In 2012, CIVHC reported that the Upper San Juan Health Service District (Pagosa Springs Medical Center) received a three-year, $1.7 million award from the Centers for Medicare & Medicaid Services. We recently followed up on the outcomes of the project.
Life-threatening conditions are especially terrifying when distance and terrain separate patients from treatment. Archuleta County is nearly 50% wilderness with the San Juan National Forest taking up much of the 1355 square miles from border to border. In 2012, Centers for Medicare & Medicaid Services (CMS) awarded Pagosa Springs Medical Center (PSMC) one of the first Health Care Innovation Awards to help address the difficulties of providing acute cardiac care in rural areas.
According to Elizabeth Howey, PSMC’s Innovation Project Manager, this award was ideal for Southwest Colorado for a number of reasons. “Cardiovascular disease is the second leading killer in Archuleta County. Many factors exacerbate the problem, including distance to cardiovascular specialists, inaccessibility of life-saving therapies, and public health issues leading to high rates of obesity and sedentary living.”
Started in July 2012 and completed in June 2015, the goal of the “Cardiac and Stroke Care for Southwest Colorado” program was to reduce cardiovascular risk and improve cardiovascular patient outcomes while creating a healthier community and reducing health care costs in southwest Colorado. To achieve the goals, the work was divided into four categories for implementation, each with measurable improvement results in either health outcomes and/or cost savings.
Community Outreach, Cardiovascular Early Detection and Wellness
PSMC expanded an existing cardiovascular early detection and wellness program to include public outreach and educational events with health screenings and consultations on lifestyle and behavior change. In order to reach further into the community, physicians, chefs, dieticians, and other professionals offered a lecture series where the general public learned about diabetes, healthy cooking, and stress management.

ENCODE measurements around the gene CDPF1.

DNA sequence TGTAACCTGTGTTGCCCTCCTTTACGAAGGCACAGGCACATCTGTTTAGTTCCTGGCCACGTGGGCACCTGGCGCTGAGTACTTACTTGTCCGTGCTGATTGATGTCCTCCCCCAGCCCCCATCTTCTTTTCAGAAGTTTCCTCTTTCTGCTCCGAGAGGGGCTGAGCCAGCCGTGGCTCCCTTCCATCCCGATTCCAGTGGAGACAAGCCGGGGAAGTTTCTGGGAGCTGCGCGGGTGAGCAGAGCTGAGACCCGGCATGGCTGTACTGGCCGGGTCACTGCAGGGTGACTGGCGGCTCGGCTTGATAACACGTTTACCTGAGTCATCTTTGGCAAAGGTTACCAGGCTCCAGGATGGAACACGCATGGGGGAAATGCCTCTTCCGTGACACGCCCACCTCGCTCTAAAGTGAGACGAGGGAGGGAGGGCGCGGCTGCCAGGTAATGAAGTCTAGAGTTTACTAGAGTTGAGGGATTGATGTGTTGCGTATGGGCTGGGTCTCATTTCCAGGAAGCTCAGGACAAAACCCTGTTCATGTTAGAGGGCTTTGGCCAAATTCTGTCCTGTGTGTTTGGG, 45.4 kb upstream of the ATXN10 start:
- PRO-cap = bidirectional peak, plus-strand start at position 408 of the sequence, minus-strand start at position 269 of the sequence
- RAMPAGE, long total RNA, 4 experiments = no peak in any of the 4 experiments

Over the three years, the wellness department screened over 1600 participants for multiple conditions and re-screened 632 who had been considered at-risk. The re-screened individuals displayed marked improvements with 58% of participants reducing Body Mass Index (BMI), 45% reducing LDL cholesterol, and 45% reducing systolic blood pressure, from initial screen to most recent rescreen.
The wellness program may translate into cost savings as well, based on projections from the Physical Activity Guidelines Advisory Committee Report, 2008. “Based on increased physical activity, reduction in risk of cardiovascular disease, diabetes, and certain types of cancer may save the healthcare system over $2 million dollars over the lifetime of these wellness participants,” explained Howey.
Pagosa Springs’ remote location makes it difficult for patients who need access to specialized care. To help combat the need to transfer acute patients to different facilities, and for patients to travel long distances to access specialty services, PSMC incorporated telemedicine into their structure of treatment.
The PSMC Emergency Department partnered with the Colorado Digital Online Consultant to implement teleneurology, creating immediate access to specialists to help with diagnosis of stroke and inform life-saving care. PSMC staff has treated eight ischemic stroke patients since implementation. The American Heart Association estimated the lifetime cost of stroke in an individual patient to be over $100,000 (Heart Disease and Stroke Statistics, 2008 update). Thus, the positive outcomes in stroke patients and avoided transport for patients ruled out for stroke may produce cost savings up to $1,866,000 according to Howey.
The clinic initially added telecardiology, but while conceptually useful, this intervention was ultimately discontinued as cardiologists and patients preferred face-to-face visits. As an alternative, PSMC partnered with Mercy Cardiology Associates to schedule on-site clinic days to ensure no patients missed treatment. Additionally, telephonic consultations between cardiologists and Emergency Department providers resulted in successful treatment of seven acute heart attacks.
Emergency Medical Services Critical Care Transport